Trade with China in Flux, But Sky is Not Falling
Posted Tuesday, May 14, 2019 | By Robert B. Charles | 6 Comments
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Everyone on Monday was in a frenzy, funk or fit of fear. The stock market dropped 617 points. Pundits on right, left and center (fewer every day) predicted the sky was falling. A trade war with China will end the world as we know it. Truth is somewhat different, but then truth does not sell papers.
Here is the truth – in ten facts.
First, the US trade balance with China, that is, the balance of imports to exports in billions – is out of whack. By way of example, from 2012 to 2018, it bounced from $315 to $375 billion dollars; they were taking that much more from us. Not close since 1985, the imbalance rose to $419 billion in 2018 – in favor of China. We sold them $120 billion, while they sold us $539 billion. So, the President has said “enough.” He is right – we are off balance.
Second, the Chinese have made massive investments globally, in the famous “Belt and Road” investment initiative – seeding physical and cyber infrastructure across Asia, Africa, and even Europe. Aims are mixed, but plainly to dominate. Many suspect – with reason – China’s motives are not purely economic, but political. Trump is right, political caution is in order.
Third, China has violated many international norms – some of which helped generate that massive trade imbalance, from gaming the World Trade Organization to currency manipulation (watch just ahead), treating Chinese capital on foreign soil as foreign production, forcing disgorgement of intellectual property, closing markets to some US services, putting tariffs on goods sold in open markets, penetrating US companies and government with cyber- attacks (including OPM), and making law enforcement difficult. So, a fair player? Maybe not.
Fourth, while some argue the point, their military activities have been unprecedented, provocative and unlawful – endangering global security. Their activities in space – including anti-satellite weapons – are in violation of law. On earth, they modernize massive weapons systems, building and militarizing artificial islands in the South China Sea, threatening US and international shipping, work to militarize foreign infrastructure, and continue to threaten Taiwan, occasionally other actors. They too have carrot and stick, and stick is getting bigger.
Fifth, they are egregious offenders of human rights, with a one-child policy that killed tens of millions of children annually via infanticide and late abortions, usually girls. They execute more than 2,400 citizens annually, many for political reasons. They have no appeal, and sometimes just swallow people, like the former head of Interpol, who has vanished. So, rights violations flash.
Sixth, on other fronts, Trump – like no one before him – has said call a spade a spade. He has called China out for failure to enforce sanctions on North Korea and treatment of their people, much as Reagan called out predecessors of Gorbachev – although with less directness. China has at least a million citizens trapped in “reeducation camps” in the Northwest, bleaching out their Muslim religious faith; they also persecute Christians.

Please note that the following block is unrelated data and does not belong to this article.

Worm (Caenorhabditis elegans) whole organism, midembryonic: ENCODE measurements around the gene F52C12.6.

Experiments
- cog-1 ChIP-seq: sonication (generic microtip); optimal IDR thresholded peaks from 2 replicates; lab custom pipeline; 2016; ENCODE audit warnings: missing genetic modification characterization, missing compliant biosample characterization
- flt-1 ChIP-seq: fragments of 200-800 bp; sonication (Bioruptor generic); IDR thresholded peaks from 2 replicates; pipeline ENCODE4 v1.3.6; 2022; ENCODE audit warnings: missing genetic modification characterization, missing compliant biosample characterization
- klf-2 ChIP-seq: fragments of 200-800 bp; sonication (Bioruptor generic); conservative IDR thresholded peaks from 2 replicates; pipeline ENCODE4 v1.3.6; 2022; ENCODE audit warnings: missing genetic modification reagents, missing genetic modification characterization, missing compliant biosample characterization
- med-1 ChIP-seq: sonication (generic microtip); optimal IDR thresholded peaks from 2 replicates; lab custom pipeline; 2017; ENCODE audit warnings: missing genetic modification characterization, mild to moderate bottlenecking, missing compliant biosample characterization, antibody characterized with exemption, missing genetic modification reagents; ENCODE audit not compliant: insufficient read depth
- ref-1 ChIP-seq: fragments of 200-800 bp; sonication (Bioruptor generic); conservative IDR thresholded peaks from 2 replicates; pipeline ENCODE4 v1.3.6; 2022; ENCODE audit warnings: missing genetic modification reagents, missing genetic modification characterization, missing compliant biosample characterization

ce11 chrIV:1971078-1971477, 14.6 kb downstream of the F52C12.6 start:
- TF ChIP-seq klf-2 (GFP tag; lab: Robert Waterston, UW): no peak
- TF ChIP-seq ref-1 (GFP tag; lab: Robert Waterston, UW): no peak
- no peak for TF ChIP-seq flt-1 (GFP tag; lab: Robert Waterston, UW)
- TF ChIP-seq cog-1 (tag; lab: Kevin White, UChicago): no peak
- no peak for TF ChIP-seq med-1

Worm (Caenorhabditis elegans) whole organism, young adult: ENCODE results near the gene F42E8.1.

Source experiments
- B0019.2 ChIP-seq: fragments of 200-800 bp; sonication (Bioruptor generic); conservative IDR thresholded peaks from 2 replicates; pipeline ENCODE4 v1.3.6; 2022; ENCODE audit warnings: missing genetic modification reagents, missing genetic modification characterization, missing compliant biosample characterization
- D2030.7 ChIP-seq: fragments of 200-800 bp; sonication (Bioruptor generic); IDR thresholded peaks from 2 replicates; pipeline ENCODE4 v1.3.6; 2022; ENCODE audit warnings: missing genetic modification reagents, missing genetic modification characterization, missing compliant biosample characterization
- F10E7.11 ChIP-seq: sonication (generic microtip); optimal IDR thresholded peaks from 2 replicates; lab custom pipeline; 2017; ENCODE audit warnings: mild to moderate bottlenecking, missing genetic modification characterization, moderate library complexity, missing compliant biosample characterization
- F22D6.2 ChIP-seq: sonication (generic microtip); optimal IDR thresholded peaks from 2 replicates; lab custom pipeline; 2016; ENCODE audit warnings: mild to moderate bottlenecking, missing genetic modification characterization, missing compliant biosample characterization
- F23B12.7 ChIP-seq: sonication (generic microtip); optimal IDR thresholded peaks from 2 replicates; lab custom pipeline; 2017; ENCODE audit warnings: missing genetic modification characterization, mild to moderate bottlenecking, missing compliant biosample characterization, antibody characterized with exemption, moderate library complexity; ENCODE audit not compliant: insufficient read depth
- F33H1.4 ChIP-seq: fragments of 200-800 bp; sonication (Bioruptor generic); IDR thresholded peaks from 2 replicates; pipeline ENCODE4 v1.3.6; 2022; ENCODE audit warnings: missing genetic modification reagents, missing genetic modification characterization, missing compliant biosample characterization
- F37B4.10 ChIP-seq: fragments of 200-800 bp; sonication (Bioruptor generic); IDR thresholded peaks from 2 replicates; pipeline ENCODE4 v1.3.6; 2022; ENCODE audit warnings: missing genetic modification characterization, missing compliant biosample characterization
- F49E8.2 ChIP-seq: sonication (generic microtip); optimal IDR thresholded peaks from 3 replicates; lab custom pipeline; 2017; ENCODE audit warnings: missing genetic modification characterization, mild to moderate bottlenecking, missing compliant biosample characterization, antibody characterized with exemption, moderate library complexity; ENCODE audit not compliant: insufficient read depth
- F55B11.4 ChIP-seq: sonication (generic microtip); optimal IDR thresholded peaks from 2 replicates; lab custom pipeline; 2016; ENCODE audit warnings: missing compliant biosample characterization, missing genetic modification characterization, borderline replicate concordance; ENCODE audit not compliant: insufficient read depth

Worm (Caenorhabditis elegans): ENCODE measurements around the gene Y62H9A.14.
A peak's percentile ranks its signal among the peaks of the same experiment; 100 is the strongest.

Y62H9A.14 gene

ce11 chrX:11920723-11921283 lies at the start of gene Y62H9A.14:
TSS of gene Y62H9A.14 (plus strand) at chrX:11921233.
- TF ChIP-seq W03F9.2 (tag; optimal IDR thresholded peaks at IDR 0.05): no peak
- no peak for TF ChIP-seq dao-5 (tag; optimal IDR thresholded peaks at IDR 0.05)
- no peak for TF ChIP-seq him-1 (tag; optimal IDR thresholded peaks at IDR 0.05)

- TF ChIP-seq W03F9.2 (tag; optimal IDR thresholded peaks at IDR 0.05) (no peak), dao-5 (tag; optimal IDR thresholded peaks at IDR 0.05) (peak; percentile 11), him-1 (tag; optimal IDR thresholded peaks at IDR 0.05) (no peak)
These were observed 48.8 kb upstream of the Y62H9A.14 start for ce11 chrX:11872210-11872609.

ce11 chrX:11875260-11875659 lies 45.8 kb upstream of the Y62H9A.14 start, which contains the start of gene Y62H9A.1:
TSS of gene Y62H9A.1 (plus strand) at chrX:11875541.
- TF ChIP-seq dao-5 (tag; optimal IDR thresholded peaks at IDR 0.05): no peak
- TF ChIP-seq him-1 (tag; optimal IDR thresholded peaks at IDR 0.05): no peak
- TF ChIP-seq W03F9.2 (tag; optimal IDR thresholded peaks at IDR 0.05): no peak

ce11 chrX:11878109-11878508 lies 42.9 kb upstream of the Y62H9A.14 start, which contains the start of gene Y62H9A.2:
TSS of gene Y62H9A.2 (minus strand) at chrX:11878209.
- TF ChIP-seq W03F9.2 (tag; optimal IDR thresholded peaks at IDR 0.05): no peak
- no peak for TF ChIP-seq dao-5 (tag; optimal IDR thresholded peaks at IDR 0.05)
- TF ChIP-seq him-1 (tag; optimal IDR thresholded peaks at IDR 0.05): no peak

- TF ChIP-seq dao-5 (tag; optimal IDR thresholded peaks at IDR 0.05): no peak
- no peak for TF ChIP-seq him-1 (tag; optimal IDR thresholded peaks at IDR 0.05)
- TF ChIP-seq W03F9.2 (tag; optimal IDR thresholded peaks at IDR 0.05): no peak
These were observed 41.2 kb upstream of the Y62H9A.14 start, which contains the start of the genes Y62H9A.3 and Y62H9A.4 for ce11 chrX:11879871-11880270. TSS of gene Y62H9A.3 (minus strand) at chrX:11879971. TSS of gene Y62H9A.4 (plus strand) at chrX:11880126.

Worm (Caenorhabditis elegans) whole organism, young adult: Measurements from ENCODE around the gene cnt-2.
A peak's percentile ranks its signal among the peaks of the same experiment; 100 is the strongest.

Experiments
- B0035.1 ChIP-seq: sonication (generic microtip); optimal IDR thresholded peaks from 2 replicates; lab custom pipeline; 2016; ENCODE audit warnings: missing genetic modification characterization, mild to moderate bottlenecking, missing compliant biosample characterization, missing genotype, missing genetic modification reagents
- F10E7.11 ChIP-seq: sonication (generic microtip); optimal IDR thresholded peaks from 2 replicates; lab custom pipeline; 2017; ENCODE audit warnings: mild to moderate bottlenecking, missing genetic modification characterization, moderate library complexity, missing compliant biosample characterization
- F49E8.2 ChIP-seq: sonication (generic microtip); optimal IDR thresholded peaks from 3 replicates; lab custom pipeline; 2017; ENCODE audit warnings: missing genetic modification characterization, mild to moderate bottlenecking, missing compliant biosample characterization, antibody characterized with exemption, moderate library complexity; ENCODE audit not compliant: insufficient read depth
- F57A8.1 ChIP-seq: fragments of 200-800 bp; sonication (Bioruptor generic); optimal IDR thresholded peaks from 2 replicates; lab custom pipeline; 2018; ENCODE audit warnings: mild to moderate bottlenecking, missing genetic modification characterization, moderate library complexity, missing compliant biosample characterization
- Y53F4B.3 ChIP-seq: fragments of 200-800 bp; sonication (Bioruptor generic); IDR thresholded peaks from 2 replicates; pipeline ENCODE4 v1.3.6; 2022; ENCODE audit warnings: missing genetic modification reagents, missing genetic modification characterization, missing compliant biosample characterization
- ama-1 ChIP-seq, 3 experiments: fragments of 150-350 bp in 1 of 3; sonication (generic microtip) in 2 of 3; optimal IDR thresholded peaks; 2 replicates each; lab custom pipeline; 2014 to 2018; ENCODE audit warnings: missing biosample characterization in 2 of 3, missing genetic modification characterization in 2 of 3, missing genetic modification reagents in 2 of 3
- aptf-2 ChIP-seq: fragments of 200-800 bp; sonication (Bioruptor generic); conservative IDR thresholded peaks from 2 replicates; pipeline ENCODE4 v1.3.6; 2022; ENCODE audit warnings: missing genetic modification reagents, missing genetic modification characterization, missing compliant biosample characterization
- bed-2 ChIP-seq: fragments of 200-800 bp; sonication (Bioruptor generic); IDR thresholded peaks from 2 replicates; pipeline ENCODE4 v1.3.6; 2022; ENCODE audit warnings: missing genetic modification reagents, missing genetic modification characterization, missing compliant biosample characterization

Seventh, realism is in order on what Trump has done. What is he asking? He has put 25 percent tariffs on goods Americans can buy from more reasonable partners, because China has not been willing to place agreed provisions in law. Trump does not want a Communist press release. What is that worth? He wants a legally enforceable, structural change in the trade. Reasonable? Yes.
Eighth, is the world coming to an end with China imposing tariffs (read: a tax) on $60 billion on US goods – after Trump put tariffs on $200 billion in Chinese goods? No, this is transactional. This is negotiation by tariff, each taking measure of the other’s seriousness. More to the point, the Chinese had to impose something to save face, even if later codify.
Ninth, the President knows other issues are at stake – one is ending America’s fentanyl crisis, as all the fentanyl comes from China. He has made the point repeatedly, and we might see some mention in the final deal. Another big issue is primacy on 5-G new communications grid, but that is a longer-term issue.
So, what is the endgame? The sky is not falling. A deal might not happen, and if not, life goes on. We might even see internal unrest in China. America’s economy is resilient. The likeliest endgame is simpler, more obvious. What is wanted by Trump is a step forward that is permanent, no more backsliding. Wanted by China are adjustments that make trade stable, growth sustained. Both are more likely to get what they want than not.
Do not expect media to give Trump credit for triggering intergenerational rebalancing, better trade and security terms. That will come when Americans see, after all, good things do take time – and the President’s resolve paid off. Until then, expect to hear the sky is falling. It sells papers, right?